Clonakilty native Julie O’Brien, who owns a bar in midtown Manhattan, The Junction NYC, continues writing in a series of letters from New York, where there are glimmers of hope that social distancing is working even as Coronavirus deaths still climb. Julie is married to Stevie and they have a two-year-old daughter Izzy.
Our lives have come to be defined by a word – Apex. If you look it up in the dictionary you’ll find it means the point where you reach the top of something, the high point. It now has a darker undertone.
In today’s world, a world shaped by Covid-19, apex refers to the highest number of cases in a state or country, after which the rate of infection begins to slow.
On a positive note, this means the virus is slowing down and hopefully will soon be managed. But forever more, millions of us will associate this word with death – the high point of our death toll during this awful pandemic.
Today, April 8, 2020, there are more than 140,000 infected with 6,268 dead in New York State.
We just suffered the highest single-day increase in our death toll in NYC and it has surpassed 9/11!
New York’s Governor Cuomo gave us some hope when he noted the three-day average of hospitalisations is down, indicating the state is “reaching a plateau in the total number of hospitalisations” and hopefully we will see the numbers flatten out.
A couple of evenings ago, following the nightly shouts and cheers and playing of instruments out of the windows in support of our wonderful brave doctors and nurses on the front line, the late Bill Withers’ ‘Lean on Me’ could be heard over the loudspeaker and it brought a tear to my eye, not really out of sadness, more out of awe and gratitude for these people who are leading the troops in the hospital battlefields.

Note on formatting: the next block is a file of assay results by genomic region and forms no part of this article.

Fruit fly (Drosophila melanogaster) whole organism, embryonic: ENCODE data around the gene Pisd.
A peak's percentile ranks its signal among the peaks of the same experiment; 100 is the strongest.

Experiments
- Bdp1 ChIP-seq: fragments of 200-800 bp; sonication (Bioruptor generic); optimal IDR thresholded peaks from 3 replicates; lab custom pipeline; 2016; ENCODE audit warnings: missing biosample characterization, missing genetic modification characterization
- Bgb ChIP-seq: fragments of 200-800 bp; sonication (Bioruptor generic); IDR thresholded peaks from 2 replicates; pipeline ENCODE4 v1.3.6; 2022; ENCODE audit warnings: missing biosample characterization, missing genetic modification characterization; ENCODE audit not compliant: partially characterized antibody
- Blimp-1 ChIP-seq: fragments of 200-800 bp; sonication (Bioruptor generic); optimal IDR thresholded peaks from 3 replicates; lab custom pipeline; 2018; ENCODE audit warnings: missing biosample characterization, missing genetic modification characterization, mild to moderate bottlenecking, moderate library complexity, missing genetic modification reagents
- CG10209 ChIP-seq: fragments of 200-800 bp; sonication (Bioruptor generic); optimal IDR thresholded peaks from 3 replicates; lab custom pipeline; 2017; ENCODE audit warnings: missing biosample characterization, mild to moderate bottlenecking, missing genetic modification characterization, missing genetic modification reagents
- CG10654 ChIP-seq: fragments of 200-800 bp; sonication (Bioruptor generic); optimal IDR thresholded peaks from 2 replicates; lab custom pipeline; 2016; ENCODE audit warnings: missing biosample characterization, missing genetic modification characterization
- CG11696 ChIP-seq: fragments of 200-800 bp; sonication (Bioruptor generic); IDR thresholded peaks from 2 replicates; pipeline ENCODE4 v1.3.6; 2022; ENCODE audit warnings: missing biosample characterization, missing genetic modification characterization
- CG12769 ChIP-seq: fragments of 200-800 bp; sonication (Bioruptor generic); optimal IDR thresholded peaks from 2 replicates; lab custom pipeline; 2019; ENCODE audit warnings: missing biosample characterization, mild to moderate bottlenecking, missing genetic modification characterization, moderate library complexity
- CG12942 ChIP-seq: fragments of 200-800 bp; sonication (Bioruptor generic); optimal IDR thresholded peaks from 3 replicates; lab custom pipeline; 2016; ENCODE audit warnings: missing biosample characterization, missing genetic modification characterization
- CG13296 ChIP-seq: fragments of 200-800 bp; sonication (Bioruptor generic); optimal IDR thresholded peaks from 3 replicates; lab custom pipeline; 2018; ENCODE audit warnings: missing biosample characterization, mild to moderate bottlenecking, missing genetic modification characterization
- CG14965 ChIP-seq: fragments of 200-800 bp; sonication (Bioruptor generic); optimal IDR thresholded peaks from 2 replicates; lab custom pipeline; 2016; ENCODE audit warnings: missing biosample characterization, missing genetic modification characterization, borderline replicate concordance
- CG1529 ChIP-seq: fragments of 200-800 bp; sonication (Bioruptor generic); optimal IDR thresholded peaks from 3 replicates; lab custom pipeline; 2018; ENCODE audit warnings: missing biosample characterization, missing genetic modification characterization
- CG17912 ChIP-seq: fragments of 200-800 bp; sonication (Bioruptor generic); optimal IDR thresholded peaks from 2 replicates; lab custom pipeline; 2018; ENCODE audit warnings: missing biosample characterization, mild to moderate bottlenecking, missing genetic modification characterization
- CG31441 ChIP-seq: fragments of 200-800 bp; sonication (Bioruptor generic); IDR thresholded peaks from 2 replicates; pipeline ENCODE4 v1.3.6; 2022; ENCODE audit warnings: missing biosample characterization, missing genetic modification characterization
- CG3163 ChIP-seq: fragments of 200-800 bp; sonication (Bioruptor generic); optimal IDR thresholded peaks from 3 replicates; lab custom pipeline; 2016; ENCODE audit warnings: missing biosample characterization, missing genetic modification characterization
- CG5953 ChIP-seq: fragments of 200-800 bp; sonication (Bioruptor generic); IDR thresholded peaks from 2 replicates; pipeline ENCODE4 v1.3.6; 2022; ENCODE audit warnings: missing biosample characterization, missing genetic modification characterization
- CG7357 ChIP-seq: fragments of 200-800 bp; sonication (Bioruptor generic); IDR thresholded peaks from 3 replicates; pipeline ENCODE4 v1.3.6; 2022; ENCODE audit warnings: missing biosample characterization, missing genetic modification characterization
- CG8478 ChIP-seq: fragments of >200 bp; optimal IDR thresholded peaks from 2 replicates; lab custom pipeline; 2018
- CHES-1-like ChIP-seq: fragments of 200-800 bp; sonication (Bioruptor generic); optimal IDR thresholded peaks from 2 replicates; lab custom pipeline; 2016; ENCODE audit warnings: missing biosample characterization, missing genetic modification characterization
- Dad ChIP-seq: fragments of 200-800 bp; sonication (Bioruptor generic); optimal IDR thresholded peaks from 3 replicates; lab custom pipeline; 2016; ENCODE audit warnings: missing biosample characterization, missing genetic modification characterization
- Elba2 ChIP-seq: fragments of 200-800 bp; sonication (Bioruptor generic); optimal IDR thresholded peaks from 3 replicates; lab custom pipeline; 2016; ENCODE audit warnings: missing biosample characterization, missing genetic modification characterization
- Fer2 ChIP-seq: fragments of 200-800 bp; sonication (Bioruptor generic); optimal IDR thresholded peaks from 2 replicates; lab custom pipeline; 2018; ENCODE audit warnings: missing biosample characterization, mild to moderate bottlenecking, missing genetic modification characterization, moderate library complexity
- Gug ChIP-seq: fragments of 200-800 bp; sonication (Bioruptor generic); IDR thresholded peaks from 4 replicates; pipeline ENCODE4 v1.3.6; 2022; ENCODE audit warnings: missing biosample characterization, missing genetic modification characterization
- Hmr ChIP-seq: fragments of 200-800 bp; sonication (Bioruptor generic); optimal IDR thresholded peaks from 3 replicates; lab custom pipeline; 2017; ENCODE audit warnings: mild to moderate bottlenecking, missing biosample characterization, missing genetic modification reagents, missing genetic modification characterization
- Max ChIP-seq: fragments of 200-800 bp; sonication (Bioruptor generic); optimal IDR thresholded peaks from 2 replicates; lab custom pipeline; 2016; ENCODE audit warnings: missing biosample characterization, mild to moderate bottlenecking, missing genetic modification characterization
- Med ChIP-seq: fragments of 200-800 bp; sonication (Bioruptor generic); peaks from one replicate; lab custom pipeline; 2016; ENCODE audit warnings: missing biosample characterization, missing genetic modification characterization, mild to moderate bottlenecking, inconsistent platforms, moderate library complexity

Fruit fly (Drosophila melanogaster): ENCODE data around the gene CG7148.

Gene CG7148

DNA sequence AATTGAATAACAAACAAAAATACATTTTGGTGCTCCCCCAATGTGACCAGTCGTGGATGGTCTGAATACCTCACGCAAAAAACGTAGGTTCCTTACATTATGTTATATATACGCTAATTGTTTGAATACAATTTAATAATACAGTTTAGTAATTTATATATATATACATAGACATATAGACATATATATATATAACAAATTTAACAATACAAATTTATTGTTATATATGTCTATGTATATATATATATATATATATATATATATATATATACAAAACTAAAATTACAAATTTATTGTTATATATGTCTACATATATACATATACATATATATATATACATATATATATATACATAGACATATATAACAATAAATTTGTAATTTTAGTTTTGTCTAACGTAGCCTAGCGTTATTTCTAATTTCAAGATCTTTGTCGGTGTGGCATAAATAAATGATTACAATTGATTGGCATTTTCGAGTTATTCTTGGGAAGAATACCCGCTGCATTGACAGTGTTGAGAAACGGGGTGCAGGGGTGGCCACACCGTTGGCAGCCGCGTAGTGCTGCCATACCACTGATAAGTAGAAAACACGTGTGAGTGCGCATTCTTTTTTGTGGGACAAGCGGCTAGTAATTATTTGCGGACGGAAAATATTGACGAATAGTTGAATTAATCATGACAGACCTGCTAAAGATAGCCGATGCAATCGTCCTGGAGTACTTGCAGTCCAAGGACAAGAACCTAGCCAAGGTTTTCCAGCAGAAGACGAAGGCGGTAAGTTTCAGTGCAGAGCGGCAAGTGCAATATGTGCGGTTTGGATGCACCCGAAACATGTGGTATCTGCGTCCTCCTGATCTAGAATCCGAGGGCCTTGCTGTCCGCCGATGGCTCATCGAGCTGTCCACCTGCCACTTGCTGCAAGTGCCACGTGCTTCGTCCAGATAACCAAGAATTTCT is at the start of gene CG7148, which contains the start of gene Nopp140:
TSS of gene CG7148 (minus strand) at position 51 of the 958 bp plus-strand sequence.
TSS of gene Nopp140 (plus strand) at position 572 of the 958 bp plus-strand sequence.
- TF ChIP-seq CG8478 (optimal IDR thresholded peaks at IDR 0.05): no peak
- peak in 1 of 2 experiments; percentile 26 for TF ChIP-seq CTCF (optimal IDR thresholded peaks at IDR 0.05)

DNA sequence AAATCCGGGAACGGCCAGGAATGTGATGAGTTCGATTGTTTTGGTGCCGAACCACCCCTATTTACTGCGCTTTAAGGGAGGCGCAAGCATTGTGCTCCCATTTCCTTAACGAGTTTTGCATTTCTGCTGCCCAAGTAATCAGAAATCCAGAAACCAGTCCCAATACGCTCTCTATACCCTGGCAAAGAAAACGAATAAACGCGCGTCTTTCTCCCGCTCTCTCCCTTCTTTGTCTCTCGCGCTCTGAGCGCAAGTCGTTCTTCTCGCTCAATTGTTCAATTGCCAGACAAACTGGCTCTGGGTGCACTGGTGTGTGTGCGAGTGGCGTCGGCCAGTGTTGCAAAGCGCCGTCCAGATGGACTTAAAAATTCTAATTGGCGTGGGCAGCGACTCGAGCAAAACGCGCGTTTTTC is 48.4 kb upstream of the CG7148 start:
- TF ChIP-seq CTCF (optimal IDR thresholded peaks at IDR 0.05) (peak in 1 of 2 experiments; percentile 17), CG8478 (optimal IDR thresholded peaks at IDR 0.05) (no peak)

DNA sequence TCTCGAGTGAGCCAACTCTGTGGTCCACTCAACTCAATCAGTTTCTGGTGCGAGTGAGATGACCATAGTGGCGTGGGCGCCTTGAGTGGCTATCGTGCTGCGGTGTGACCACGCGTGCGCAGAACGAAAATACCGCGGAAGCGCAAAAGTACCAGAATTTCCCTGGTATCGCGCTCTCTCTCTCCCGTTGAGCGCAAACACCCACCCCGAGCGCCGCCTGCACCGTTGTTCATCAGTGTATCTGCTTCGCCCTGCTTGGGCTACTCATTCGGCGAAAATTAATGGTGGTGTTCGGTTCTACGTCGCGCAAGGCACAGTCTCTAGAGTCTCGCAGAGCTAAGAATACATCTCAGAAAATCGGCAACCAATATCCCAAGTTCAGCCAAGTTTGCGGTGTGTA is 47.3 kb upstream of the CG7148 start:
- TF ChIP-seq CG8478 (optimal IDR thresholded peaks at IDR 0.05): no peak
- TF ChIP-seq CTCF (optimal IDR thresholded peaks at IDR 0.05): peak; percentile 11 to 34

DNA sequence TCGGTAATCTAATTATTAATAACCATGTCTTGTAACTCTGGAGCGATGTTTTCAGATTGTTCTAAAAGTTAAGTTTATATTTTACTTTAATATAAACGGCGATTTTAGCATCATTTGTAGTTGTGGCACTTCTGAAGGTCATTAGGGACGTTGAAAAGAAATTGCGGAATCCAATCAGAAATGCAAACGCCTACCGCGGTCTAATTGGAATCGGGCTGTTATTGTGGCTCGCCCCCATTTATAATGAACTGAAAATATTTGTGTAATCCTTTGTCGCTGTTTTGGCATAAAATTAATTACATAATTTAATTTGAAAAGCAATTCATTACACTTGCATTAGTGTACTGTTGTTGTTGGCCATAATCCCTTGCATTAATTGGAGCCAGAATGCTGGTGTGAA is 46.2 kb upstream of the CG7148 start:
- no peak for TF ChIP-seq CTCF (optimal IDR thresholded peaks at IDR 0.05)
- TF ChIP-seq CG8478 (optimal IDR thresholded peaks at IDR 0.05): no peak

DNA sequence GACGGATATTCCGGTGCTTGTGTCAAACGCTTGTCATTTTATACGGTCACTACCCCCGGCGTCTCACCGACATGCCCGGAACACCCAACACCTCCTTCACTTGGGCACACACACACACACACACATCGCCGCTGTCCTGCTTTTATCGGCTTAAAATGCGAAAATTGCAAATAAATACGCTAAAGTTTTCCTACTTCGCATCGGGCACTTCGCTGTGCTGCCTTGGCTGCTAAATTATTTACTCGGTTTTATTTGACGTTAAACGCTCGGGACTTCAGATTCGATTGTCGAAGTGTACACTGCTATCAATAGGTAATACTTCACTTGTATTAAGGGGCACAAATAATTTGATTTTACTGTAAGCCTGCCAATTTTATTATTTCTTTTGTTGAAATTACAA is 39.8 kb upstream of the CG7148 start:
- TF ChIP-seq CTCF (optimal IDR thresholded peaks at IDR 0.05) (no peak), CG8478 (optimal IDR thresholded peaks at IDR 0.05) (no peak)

It’s hard for me to see the positivity to this ‘plateau’ spoken of now. I walk outside my door and am confronted with masked faces, terrified eyes staring out over homemade masks. I’m guilty of letting my scarf hang around my neck to get a break from the suffocating feeling the protection carries with it. Dagger-eyes from a passerby prompt me to pull it back up above my nose.
The CDC (centre for disease control and prevention) has made a U-turn in their views on people wearing coverage on their faces here – everyone should now be wearing something, be it a scarf or a makeshift mask on their face. A week or two ago this was not the case, I think they were worried about the general population taking the limited supply of masks when our healthcare workers needed them so badly; but who can tell who is a silent carrier of virus and could be the cause of someone’s death just by taking a breath. Better to be safe.
I have gone into a store (supermarket) only once in the past four weeks, to get some groceries for the old lady who lives alone above The Junction. When I dropped them off, she handed me a bag of half a dozen masks. She knows I wear a scarf to cover my face on my trips outside of home. This is the same lady who has complained about the loud music in The Junction so many times that I cannot count it on two hands. We have become friends.
How many of these senior citizens will pass from the virus or from sadness, alone? Or perhaps this experience will help them to bond with a generation they do not understand.